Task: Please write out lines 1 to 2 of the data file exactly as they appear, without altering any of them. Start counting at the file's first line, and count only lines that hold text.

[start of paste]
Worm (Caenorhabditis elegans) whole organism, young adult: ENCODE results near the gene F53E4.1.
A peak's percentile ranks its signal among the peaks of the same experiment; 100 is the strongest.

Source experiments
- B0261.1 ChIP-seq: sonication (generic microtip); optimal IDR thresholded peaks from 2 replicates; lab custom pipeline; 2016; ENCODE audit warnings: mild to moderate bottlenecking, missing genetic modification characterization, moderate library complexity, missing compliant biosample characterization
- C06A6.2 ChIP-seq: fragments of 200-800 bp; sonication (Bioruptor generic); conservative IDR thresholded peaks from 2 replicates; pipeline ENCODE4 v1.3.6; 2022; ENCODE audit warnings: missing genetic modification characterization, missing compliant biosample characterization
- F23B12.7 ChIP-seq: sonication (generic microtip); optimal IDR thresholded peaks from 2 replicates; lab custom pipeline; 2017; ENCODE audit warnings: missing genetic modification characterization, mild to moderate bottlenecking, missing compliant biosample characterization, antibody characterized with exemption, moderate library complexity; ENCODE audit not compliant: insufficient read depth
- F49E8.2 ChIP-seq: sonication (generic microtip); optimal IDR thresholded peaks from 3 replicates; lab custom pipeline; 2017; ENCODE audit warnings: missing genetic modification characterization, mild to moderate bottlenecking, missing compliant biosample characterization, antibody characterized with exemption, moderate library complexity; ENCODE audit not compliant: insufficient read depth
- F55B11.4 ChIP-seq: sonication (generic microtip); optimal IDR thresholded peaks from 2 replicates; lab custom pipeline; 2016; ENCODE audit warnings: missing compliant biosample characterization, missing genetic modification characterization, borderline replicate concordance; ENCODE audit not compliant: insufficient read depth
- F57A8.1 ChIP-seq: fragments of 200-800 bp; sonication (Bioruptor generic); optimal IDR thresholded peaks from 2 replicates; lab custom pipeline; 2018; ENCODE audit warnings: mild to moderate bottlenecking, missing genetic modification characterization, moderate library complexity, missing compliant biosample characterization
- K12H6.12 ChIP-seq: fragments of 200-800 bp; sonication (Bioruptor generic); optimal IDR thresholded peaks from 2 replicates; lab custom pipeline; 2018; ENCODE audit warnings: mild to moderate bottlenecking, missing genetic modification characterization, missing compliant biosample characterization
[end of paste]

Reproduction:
Worm (Caenorhabditis elegans) whole organism, young adult: ENCODE results near the gene F53E4.1.
A peak's percentile ranks its signal among the peaks of the same experiment; 100 is the strongest.